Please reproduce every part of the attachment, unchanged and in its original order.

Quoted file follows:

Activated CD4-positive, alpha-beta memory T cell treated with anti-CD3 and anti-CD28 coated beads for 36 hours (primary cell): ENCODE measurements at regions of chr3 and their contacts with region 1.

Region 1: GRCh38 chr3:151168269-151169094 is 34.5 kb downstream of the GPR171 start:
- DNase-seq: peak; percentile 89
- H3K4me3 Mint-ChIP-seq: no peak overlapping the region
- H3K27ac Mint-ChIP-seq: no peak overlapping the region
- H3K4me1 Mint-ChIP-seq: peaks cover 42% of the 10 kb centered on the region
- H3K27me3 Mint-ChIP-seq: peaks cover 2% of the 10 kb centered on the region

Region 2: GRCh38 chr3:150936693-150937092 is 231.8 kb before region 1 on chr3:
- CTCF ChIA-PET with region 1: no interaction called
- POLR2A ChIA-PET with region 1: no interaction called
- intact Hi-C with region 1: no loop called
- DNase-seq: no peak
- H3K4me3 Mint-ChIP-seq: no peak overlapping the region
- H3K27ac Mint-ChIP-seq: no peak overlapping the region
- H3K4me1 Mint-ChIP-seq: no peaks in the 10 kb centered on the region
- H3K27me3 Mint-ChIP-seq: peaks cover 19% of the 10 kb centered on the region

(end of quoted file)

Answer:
Activated CD4-positive, alpha-beta memory T cell treated with anti-CD3 and anti-CD28 coated beads for 36 hours (primary cell): ENCODE measurements at regions of chr3 and their contacts with region 1.

Region 1: GRCh38 chr3:151168269-151169094 is 34.5 kb downstream of the GPR171 start:
- DNase-seq: peak; percentile 89
- H3K4me3 Mint-ChIP-seq: no peak overlapping the region
- H3K27ac Mint-ChIP-seq: no peak overlapping the region
- H3K4me1 Mint-ChIP-seq: peaks cover 42% of the 10 kb centered on the region
- H3K27me3 Mint-ChIP-seq: peaks cover 2% of the 10 kb centered on the region

Region 2: GRCh38 chr3:150936693-150937092 is 231.8 kb before region 1 on chr3:
- CTCF ChIA-PET with region 1: no interaction called
- POLR2A ChIA-PET with region 1: no interaction called
- intact Hi-C with region 1: no loop called
- DNase-seq: no peak
- H3K4me3 Mint-ChIP-seq: no peak overlapping the region
- H3K27ac Mint-ChIP-seq: no peak overlapping the region
- H3K4me1 Mint-ChIP-seq: no peaks in the 10 kb centered on the region
- H3K27me3 Mint-ChIP-seq: peaks cover 19% of the 10 kb centered on the region